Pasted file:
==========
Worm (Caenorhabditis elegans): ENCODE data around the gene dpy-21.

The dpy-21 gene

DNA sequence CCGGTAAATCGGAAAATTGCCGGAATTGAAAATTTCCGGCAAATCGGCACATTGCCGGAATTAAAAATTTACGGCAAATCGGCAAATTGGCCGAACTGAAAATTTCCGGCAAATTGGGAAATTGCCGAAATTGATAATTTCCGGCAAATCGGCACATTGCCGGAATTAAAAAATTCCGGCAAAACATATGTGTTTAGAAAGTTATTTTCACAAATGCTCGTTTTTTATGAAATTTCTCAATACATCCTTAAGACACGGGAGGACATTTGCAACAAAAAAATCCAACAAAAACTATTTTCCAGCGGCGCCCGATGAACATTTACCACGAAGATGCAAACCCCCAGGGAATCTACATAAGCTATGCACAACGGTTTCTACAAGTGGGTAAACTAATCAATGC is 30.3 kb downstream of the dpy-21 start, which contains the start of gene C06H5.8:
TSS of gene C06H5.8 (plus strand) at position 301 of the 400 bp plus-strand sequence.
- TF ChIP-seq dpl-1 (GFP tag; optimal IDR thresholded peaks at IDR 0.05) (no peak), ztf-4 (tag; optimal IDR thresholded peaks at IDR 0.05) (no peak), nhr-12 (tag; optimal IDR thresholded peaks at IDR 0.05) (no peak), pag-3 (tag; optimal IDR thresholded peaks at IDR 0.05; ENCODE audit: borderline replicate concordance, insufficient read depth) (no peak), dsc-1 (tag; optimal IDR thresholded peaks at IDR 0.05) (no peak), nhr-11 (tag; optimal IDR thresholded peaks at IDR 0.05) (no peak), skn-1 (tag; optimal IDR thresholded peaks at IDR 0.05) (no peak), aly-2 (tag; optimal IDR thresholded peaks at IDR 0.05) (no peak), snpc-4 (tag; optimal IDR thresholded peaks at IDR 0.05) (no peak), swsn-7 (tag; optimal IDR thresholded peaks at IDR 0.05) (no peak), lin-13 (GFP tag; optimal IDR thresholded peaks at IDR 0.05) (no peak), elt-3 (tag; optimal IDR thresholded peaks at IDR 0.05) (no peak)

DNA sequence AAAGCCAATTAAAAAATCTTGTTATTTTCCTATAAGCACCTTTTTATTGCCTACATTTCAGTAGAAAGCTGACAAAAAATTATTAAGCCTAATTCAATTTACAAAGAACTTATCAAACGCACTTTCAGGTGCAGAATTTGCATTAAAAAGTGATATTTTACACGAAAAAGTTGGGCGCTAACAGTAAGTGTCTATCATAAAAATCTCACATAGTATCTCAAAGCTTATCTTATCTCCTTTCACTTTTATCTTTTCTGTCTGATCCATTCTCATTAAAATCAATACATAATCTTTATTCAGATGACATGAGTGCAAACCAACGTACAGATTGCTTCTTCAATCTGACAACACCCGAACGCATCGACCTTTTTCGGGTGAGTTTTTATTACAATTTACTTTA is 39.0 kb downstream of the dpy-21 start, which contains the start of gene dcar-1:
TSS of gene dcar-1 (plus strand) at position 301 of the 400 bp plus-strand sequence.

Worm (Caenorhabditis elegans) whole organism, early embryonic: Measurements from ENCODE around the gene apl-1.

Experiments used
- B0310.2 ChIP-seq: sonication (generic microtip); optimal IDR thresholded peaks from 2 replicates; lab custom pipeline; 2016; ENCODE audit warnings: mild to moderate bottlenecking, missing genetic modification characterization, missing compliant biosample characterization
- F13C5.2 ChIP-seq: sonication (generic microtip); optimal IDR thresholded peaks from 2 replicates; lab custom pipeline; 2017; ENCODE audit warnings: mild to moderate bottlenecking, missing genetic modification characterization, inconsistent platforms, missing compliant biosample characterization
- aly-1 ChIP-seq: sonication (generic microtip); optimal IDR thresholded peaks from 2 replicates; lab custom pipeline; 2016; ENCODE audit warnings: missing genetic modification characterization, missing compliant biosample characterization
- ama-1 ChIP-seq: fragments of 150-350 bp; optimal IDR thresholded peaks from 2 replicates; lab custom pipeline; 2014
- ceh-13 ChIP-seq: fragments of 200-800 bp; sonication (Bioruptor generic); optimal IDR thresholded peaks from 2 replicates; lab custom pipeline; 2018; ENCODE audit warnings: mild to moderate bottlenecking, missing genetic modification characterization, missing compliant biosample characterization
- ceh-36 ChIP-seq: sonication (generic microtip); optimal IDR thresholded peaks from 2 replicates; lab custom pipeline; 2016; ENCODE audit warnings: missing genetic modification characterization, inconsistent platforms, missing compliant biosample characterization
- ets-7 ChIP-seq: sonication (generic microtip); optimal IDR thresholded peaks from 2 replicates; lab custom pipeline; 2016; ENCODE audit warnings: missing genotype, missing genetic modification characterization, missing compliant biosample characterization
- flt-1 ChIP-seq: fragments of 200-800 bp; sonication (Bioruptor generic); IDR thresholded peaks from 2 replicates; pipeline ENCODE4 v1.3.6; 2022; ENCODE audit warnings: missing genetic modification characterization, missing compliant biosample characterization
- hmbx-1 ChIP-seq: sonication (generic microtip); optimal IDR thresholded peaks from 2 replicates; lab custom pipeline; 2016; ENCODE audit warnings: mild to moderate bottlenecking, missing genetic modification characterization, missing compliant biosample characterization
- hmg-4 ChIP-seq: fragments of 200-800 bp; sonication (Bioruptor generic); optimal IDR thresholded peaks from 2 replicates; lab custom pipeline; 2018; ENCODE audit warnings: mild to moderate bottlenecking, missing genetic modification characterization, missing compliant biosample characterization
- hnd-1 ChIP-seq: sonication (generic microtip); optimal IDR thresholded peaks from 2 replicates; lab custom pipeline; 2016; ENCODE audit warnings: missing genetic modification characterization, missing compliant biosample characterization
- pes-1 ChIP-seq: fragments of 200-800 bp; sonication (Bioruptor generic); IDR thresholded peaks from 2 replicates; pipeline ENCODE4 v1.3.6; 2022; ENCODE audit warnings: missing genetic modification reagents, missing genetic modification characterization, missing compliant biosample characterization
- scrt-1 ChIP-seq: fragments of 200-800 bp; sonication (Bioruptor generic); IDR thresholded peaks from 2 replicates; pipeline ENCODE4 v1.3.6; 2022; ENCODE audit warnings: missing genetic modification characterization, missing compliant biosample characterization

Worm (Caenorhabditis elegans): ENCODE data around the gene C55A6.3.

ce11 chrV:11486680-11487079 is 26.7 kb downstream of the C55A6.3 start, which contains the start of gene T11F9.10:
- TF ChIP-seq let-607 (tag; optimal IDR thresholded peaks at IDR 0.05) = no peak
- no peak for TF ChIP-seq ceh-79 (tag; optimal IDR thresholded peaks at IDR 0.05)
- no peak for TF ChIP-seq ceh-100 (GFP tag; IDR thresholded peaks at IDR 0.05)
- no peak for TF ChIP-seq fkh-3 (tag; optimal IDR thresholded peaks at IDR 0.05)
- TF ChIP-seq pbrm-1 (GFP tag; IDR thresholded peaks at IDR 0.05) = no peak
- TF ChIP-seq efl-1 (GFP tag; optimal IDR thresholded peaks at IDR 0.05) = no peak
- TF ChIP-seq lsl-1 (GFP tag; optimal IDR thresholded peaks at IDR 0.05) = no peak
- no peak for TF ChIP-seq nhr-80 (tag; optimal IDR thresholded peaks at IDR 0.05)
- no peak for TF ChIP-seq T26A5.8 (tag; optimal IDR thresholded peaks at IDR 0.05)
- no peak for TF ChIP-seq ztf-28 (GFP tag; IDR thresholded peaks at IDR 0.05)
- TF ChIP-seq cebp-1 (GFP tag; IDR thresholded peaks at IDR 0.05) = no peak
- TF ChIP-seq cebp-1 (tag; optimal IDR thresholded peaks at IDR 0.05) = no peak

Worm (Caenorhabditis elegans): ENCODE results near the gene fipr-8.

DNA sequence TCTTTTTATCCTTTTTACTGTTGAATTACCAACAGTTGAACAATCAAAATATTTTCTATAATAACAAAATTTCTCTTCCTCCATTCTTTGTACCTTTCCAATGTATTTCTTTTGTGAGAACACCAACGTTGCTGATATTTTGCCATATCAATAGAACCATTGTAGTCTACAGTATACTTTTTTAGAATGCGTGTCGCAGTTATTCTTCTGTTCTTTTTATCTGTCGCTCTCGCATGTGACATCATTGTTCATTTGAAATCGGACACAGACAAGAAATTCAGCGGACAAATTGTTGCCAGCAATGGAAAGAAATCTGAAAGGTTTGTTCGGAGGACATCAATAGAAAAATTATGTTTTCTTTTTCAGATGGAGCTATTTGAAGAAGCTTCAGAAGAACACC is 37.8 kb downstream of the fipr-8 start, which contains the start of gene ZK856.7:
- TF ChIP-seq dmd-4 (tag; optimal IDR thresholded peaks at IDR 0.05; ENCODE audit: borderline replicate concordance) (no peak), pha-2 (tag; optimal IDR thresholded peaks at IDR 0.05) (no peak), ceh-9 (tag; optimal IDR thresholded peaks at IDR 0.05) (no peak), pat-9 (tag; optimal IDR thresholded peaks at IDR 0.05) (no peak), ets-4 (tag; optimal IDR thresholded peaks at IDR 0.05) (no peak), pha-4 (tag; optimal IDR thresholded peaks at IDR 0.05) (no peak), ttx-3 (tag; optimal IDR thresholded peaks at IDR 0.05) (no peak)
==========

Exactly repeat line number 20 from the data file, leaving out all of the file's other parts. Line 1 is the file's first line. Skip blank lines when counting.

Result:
- hnd-1 ChIP-seq: sonication (generic microtip); optimal IDR thresholded peaks from 2 replicates; lab custom pipeline; 2016; ENCODE audit warnings: missing genetic modification characterization, missing compliant biosample characterization